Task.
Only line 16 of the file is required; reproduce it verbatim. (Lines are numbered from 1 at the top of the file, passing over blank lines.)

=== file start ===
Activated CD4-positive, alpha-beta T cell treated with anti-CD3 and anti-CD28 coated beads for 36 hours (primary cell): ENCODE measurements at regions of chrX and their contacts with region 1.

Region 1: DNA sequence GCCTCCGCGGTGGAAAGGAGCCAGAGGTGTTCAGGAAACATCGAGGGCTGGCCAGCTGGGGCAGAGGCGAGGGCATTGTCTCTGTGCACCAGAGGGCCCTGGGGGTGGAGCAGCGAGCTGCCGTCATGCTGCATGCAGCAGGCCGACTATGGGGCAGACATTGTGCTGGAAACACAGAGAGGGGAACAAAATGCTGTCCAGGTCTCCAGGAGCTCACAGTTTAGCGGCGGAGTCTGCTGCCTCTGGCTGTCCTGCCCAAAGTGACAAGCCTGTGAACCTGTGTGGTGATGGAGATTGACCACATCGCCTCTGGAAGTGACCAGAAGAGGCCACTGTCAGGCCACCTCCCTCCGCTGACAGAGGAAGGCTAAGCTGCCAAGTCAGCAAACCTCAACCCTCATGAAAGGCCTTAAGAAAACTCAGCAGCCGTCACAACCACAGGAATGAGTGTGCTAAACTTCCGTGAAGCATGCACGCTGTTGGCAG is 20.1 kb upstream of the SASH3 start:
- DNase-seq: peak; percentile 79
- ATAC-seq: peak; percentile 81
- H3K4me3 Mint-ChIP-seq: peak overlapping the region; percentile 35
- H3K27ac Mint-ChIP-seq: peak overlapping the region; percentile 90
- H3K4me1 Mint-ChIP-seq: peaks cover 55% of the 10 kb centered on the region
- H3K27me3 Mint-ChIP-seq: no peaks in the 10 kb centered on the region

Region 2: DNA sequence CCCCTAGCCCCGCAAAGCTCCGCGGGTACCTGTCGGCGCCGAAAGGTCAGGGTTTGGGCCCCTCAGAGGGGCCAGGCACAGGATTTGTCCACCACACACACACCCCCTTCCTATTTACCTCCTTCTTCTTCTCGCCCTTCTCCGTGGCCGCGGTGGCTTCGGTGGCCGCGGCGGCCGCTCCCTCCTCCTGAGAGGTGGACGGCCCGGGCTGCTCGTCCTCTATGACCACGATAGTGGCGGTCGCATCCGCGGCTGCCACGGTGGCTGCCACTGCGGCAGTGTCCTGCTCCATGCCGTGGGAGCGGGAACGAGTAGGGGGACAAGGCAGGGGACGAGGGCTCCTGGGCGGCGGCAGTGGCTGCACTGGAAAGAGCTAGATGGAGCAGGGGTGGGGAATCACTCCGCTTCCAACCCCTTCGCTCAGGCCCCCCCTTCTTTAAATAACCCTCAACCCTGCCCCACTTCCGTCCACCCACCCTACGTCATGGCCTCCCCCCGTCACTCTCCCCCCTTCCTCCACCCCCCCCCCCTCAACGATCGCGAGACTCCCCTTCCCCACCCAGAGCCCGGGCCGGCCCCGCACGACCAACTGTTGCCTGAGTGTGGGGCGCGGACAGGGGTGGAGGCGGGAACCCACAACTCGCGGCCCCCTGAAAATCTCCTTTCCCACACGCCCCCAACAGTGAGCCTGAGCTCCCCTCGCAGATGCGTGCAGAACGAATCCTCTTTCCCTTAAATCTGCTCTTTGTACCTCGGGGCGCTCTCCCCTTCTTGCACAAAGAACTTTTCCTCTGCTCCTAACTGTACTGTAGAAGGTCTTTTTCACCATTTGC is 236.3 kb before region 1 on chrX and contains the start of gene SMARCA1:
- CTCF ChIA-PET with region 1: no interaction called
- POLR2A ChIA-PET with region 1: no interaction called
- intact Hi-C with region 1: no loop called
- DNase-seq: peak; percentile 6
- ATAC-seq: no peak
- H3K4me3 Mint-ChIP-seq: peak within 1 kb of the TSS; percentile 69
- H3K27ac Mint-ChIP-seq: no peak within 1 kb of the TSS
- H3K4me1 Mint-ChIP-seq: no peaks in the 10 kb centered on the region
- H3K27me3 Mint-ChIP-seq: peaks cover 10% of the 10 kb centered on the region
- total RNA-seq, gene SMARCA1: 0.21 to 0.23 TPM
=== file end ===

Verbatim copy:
- H3K27ac Mint-ChIP-seq: no peak within 1 kb of the TSS